Last modified on March 14th, 2017 at 7:35 pm

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New Research on How to Prevent Heart Disease by Choosing Right Food

Things that open heart arteries and protect heart attack.

Prevent heart attack with right food

Last updated on March 14th, 2017 at 07:35 pm

The heart is a pump that distributes blood to the organs of the body. It is the main organ that keeps all the others functioning. It pumps blood throughout the body via the circulatory system, supplying oxygen and nutrients to the tissues and removing carbon dioxide and other waste products of the metabolic activities in our body.

In humans, the heart is roughly the size of a large fist and weighs about 10 to 12 ounces (280 to 340 grams) in men and 8 to 10 ounces (230 to 280 grams) in women. The heart is made of 4 chambers. The top 2 collecting chambers are called atria; the bottom 2 ejecting chambers are called ventricles. The right atrium receives blood deficient in oxygen from the body and sends it into the right ventricle. The right ventricle squeezes the blood out to the lungs to pick up fresh oxygen. The oxygenated blood returns from the lungs to the left atrium, which then funnels the blood into the left ventricle. The left ventricle ejects the oxygenated blood into the entire body via the aorta. Blood vessels coming out of the aorta and supplying blood to the heart are called coronary arteries. The aorta supplies blood to the head via the carotid and vertebral arteries. Major branches coming out of the aorta also include the renal arteries (supplying blood to the kidneys), the mesenteric arteries (supplying blood to the gut), the celiac artery (supplying blood to the liver and spleen), and the iliac arteries (supplying blood to the hip and lower legs). An adult heart beats about 60 to 80 times per minute pumping about 6 quarts (5.7 liters) of blood throughout the body.  The heart is located in the center of the chest, usually pointing slightly left. Problems with the heart can cause abnormal heart rhythms, called arrhythmias. There are many types of arrhythmia. During an arrhythmia, the heart can beat too fast, too slow, or it can stop beating.

Heart Arrest

Sudden cardiac arrest (SCA) occurs when the heart develops an arrhythmia that causes it to stop beating. This is different than a heart attack, where the heart usually continues to beat but blood flow to the heart is blocked. There are many possible causes of SCA. They include coronary heart disease, physical stress, and some inherited disorders.

Sometimes there is no known cause for the SCA. More than a million Americans have heart attacks each year. A heart attack is a permanent damage to the heart muscle. The heart muscle requires a constant supply of oxygen-rich blood to nourish it.

For more information specifically relevant to identifying the difference between a heart attack or cardiac arrest;  Is it a HEART ATTACK or CARDIAC ARREST?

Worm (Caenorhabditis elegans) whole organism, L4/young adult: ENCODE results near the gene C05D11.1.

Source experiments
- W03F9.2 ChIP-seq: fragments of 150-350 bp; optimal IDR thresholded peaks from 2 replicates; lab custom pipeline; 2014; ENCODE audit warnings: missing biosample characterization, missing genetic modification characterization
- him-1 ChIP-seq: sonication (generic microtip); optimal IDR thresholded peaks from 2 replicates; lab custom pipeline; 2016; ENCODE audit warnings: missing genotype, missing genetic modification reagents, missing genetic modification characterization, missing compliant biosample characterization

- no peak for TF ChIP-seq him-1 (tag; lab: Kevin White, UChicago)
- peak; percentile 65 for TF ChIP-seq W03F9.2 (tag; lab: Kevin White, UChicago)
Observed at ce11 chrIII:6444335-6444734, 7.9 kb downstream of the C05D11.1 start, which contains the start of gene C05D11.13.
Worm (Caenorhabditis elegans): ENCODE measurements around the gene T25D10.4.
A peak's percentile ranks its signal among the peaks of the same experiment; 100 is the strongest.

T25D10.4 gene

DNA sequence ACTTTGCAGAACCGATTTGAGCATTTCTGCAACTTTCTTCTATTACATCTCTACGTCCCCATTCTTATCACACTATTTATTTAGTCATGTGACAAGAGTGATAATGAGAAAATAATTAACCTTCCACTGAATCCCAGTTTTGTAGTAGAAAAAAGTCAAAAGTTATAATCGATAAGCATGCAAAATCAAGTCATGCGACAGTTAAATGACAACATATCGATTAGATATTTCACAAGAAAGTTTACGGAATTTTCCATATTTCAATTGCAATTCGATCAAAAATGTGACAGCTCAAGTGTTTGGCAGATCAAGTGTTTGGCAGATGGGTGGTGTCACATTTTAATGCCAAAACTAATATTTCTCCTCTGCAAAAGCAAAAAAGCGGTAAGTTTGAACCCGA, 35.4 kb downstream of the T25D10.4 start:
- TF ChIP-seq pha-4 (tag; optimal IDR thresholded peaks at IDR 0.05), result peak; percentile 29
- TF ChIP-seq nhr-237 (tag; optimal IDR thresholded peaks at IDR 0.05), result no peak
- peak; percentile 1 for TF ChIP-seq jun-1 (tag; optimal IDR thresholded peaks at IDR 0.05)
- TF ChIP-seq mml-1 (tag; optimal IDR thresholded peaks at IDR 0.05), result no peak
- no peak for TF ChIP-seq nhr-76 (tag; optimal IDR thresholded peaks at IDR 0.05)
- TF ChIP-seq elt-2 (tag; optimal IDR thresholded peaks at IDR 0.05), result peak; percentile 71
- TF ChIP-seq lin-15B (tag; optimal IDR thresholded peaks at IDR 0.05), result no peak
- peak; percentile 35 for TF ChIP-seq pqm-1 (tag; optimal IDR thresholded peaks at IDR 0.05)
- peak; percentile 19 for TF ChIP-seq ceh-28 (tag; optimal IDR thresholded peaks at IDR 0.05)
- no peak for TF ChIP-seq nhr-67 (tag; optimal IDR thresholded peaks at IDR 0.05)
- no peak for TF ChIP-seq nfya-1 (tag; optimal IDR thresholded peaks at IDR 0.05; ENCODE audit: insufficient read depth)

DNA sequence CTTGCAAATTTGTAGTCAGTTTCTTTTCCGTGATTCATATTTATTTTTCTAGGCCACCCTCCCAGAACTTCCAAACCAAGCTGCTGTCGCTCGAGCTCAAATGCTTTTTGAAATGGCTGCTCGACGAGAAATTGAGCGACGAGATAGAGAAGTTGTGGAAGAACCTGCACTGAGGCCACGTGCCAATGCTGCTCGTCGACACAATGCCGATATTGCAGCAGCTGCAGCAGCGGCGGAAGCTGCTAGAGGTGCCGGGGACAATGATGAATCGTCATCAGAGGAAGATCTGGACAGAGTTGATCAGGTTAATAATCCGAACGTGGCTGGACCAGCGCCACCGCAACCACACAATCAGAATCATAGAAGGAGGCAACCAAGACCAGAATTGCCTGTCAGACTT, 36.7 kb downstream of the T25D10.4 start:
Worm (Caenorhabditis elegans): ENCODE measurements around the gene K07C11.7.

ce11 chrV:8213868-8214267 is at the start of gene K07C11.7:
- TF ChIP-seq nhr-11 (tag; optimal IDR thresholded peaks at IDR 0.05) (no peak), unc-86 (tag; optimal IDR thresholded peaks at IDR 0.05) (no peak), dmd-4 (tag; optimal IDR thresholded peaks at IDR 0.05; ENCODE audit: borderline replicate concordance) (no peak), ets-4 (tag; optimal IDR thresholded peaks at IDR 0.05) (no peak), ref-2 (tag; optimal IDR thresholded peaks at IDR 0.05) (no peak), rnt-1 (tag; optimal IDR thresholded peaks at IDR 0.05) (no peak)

The coronary arteries provide the heart with this critical blood supply. If you have coronary artery disease, those arteries become narrow and blood cannot flow with ease. Fatty matter, in most of the cases, builds up within the arteries to form plaques of different sizes. The plaque deposits are hard on the outside and soft and mushy on the inside. Stress, lack of movement, and especially unhealthy eating are all major factors that contribute to heightened rates of heart attack.

Heart Attack
Heart Attack Diagram

More than a million Americans have heart attacks each year. A heart attack is a permanent damage to the heart muscle. The heart muscle requires a constant supply of oxygen-rich blood to nourish it. The coronary arteries provide the heart with this critical blood supply. If you have coronary artery disease, those arteries become narrow and blood cannot flow with ease. Fatty matter, in most of the cases, builds up within the arteries to form plaques of different sizes. The plaque deposits are hard on the outside and soft and mushy on the inside.  Stress, lack of movement, and especially unhealthy eating are all major factors that contribute to heightened rates of heart attack.

But making a few small changes to your diet can drastically lower your risk. Here are some foods and drinks that are known to help keep your arteries free of blockage:

Green tea:  Green Tea is mostly known for its antioxidant qualities that help to lower the cholesterol level; in the blood and supports metabolism.

Green tea
Green tea

Sea Weed:  The seaweed is rich in numerous minerals, vitamins, proteins, antioxidants, and carotenoids. Regular consumption can help regulate blood pressure and widen vessels, both of which are beneficial to circulation.

Sea Weed
Sea Weed

Asparagus: The contents of asparagus prevent clogging of veins and inflammation. Asparagus is delicious as a main dish, in soup, or as a side to noodles or potatoes.

Asparagus
Asparagus

Nuts: Nuts are known for their abundance of healthy fats. These include omega-3 fatty acids and unsaturated fats, which are good for your cholesterol levels, but they also benefit your joints and memory. Walnuts and almonds are particularly high in these healthy fats. One handful each day can make all the difference.

Nuts
Nuts